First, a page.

The continuation of opioid therapy or other controlled substances must be guided by the patients’ progress toward functional goals. Periodic reviews assess changing circumstances that may indicate a need for change in the treatment plan. Pain etiology, health condition, progress toward functional goals, and an ongoing risk assessment should be part of the periodic review.

Consultation and Referrals

Chronic pain is common in patients with psychosocial comorbidities such as depression and a history of substance abuse. Treating these patients with opioid medication is challenging because they are more vulnerable to drug abuse, addiction, and diversion. Referral to experts who can provide a higher level of surveillance and monitoring may be needed.

Compliance with Controlled Substance Monitoring Program

All clinicians in West Virginia who prescribe or dispense controlled substances for the treatment of nonmalignant pain are required to regularly access the controlled substance monitoring program (CSMP). They must access the CSMP upon initially prescribing or dispensing a pain-reducing controlled substance to any patient who is not suffering from a terminal illness. Clinicians are required to check the database annually thereafter, and failure to comply could result in disciplinary action by their licensing board.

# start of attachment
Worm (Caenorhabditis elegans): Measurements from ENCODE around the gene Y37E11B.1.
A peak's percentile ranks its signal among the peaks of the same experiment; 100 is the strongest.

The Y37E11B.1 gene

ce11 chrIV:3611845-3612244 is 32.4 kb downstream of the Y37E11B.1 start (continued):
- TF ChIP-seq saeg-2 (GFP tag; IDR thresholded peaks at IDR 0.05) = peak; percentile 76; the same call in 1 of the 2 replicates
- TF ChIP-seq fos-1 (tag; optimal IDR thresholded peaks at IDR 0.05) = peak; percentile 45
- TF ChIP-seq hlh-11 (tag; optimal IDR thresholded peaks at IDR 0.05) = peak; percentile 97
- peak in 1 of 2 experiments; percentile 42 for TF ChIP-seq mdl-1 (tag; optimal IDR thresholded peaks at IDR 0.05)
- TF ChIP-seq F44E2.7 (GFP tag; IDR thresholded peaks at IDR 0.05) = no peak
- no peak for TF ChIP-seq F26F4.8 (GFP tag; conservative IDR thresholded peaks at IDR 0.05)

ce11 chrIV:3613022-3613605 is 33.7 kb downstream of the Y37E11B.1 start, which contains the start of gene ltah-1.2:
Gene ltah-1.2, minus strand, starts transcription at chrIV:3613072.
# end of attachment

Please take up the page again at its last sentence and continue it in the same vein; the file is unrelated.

Currently we are facing an epidemic of prescription drug abuse, diversion, and overdose deaths not only in West Virginia but also across the country. This nationwide problem has escalated along with the growing epidemic of chronic pain. A cultural shift toward balancing the risks and benefits of prescription opioids for chronic pain is necessary.